British actor Leslie Howard, who portrayed Ashley Wilkes in the film, was a Hungarian Jew. Born Leslie Howard Steiner, he is best known as an actor, but he was also active in anti-German propaganda and was supposedly involved with British or Allied intelligence. In 1943, an airliner on which Howard was a passenger was shot down over the Bay of Biscay, sparking conspiracy theories regarding the actor’s death.

“It is always said that the plane [Howard] went down on was attacked because people knew he was on it,” Thomson said. “I’m not sure how true that is. Still, he’s an interesting figure.”

Estel Eforgan—author of the 2010 book “Leslie Howard: The Lost Actor”—said research on Howard continues today, “especially in the area of the plane crash and Leslie’s now-emerged links with British secret service.”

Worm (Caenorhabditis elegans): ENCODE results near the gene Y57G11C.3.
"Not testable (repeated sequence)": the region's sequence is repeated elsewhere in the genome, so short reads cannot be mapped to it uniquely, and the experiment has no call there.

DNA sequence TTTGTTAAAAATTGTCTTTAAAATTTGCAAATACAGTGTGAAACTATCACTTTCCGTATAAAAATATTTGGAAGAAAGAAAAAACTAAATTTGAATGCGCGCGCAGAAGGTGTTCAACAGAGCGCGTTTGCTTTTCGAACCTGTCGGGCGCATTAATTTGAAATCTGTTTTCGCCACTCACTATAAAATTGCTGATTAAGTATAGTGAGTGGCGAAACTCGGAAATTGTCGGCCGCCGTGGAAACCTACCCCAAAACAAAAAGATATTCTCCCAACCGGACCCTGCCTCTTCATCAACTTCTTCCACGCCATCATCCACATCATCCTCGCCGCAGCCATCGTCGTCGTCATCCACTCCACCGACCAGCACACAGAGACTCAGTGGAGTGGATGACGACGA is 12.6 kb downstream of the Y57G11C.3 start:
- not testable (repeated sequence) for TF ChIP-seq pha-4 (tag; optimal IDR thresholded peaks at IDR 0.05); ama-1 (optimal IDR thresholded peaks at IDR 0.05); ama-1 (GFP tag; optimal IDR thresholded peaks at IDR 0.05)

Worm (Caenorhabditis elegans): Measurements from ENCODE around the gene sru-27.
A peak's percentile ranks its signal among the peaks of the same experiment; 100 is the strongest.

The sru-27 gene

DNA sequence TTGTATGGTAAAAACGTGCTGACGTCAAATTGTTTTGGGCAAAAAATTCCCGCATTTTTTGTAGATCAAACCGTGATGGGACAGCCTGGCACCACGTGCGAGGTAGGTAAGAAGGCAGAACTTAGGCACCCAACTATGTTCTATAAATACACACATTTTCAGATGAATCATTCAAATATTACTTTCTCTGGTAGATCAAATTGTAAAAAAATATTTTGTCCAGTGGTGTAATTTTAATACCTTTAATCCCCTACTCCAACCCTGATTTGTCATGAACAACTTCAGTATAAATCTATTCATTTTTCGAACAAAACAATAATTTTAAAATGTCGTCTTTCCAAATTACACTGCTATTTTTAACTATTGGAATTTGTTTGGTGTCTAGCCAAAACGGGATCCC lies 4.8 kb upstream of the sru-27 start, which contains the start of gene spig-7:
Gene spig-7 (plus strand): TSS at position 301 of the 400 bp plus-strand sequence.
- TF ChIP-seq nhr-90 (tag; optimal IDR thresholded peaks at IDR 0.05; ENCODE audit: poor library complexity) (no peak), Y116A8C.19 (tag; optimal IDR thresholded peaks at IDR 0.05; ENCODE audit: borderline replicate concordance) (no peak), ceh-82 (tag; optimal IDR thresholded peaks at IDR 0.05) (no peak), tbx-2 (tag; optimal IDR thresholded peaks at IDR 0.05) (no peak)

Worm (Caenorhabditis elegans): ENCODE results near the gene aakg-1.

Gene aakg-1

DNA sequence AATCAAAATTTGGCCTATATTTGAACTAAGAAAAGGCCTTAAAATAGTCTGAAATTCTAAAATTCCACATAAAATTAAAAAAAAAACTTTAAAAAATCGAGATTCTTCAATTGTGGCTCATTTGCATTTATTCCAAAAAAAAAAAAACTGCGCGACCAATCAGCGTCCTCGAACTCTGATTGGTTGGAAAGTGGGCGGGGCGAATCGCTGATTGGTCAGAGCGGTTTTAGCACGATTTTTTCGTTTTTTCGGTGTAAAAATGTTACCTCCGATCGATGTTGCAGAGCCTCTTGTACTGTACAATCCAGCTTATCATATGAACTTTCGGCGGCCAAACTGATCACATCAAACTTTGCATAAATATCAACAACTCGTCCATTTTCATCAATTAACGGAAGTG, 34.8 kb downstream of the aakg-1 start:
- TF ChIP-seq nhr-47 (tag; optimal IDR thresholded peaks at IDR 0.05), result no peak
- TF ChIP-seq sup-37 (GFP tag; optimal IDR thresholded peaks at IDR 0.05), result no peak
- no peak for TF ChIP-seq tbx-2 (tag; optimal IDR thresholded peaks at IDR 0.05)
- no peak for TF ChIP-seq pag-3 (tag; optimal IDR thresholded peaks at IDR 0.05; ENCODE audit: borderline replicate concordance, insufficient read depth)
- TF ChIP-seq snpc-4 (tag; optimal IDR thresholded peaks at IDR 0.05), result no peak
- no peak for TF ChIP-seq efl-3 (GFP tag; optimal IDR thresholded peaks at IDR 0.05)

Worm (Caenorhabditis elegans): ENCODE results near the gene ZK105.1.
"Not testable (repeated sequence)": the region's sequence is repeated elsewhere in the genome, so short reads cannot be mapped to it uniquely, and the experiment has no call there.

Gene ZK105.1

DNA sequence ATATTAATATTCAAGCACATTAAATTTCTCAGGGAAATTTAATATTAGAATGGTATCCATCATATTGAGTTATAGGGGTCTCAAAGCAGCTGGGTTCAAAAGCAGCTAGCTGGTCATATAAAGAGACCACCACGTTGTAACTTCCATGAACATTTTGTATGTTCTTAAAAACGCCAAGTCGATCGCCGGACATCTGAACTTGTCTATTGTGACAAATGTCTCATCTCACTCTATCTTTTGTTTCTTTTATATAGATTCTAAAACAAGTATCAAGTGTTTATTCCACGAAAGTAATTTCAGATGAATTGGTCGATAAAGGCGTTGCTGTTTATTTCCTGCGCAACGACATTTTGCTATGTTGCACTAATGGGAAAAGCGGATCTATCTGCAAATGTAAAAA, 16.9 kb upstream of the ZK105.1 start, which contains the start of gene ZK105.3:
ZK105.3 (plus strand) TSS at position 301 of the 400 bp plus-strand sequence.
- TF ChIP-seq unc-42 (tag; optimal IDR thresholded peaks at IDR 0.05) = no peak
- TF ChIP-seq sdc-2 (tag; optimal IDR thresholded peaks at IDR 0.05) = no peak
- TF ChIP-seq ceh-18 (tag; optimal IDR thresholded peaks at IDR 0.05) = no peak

“As I and other researchers have found, the more we explore the background, the more mystery emerges. Leslie still keeps his secrets,” Eforgan told

Additional Jewish influence on “Gone with the Wind” can be traced to George Cukor, the film’s original director, who was fired and replaced by Victor Fleming. Although Cukor did not work on the film through its completion, his Jewish upbringing may have impacted the movie in its depiction of strong women. Born on the Lower East Side of Manhattan to Hungarian Jewish immigrants, Cukor got his big break when Selznick assigned him to direct several major films of the RKO Pictures production company.

“Cukor became famous for his direction of actresses and female parts,” Thomson said. “He had a special understanding of women. He worked privately with [‘Gone with the Wind’ actresses] Vivien Leigh and Olivia de Havilland even after he had been replaced by Fleming.”

Though Selznick was known as “an arrogant manipulator, a megalomaniac hooked on Benzedrine, and a brash charmer,” the producer had noble goals, Thomson said.